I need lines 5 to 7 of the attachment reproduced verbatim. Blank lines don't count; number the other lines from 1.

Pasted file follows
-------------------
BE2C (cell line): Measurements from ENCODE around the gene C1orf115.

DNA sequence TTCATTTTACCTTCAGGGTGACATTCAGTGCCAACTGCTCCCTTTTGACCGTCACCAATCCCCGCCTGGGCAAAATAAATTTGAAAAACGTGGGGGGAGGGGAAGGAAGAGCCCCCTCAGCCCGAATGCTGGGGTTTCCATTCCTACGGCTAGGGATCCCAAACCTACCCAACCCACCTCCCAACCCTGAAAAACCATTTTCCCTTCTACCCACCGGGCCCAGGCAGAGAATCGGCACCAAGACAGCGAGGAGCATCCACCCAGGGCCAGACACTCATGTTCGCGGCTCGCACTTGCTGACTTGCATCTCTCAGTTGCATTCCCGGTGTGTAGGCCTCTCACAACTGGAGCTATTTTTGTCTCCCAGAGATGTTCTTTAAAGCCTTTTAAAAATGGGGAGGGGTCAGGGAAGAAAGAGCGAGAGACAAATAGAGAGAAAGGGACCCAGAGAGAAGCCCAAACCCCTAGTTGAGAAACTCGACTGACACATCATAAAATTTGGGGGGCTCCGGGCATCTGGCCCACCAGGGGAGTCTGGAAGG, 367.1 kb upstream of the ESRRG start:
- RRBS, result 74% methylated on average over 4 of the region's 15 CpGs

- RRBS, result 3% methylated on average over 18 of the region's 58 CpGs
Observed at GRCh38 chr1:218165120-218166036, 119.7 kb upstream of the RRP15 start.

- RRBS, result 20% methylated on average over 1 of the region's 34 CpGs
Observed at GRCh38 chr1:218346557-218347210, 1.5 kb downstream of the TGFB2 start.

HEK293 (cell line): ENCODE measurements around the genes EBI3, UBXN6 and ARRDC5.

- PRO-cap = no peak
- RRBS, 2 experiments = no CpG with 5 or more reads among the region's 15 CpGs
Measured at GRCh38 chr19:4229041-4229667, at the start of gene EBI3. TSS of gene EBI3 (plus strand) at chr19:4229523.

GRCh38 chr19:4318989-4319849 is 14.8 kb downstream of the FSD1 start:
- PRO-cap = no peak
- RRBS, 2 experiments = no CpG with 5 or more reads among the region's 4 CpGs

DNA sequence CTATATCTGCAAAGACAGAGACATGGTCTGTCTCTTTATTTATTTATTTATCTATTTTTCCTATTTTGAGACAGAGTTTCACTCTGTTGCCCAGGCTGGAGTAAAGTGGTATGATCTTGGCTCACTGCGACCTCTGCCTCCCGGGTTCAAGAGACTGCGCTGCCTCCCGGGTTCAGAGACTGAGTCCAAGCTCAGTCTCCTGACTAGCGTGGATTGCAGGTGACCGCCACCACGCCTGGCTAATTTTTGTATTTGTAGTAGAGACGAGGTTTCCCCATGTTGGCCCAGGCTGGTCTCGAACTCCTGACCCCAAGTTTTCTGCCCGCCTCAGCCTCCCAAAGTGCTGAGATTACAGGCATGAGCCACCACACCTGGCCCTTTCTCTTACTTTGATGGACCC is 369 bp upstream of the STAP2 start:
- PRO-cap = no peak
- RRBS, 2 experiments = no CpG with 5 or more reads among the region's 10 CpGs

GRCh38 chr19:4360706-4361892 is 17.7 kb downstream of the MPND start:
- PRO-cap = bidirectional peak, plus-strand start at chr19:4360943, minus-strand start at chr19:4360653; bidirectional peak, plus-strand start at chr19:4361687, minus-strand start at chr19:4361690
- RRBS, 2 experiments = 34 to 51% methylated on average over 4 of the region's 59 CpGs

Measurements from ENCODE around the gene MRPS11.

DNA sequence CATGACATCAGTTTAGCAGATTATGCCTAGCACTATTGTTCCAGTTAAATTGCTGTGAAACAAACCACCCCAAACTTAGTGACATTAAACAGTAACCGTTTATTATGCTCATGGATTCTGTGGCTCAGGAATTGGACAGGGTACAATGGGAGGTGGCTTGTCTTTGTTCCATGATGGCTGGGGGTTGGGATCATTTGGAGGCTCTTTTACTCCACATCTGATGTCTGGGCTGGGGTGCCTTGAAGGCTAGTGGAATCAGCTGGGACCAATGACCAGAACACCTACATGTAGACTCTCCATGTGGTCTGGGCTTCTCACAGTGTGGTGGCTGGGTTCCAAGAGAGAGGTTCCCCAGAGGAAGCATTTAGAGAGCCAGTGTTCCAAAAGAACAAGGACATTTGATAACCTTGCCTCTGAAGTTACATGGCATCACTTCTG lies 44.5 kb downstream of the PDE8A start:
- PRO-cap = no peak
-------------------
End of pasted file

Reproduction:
Observed at GRCh38 chr1:218165120-218166036, 119.7 kb upstream of the RRP15 start.

- RRBS, result 20% methylated on average over 1 of the region's 34 CpGs
Observed at GRCh38 chr1:218346557-218347210, 1.5 kb downstream of the TGFB2 start.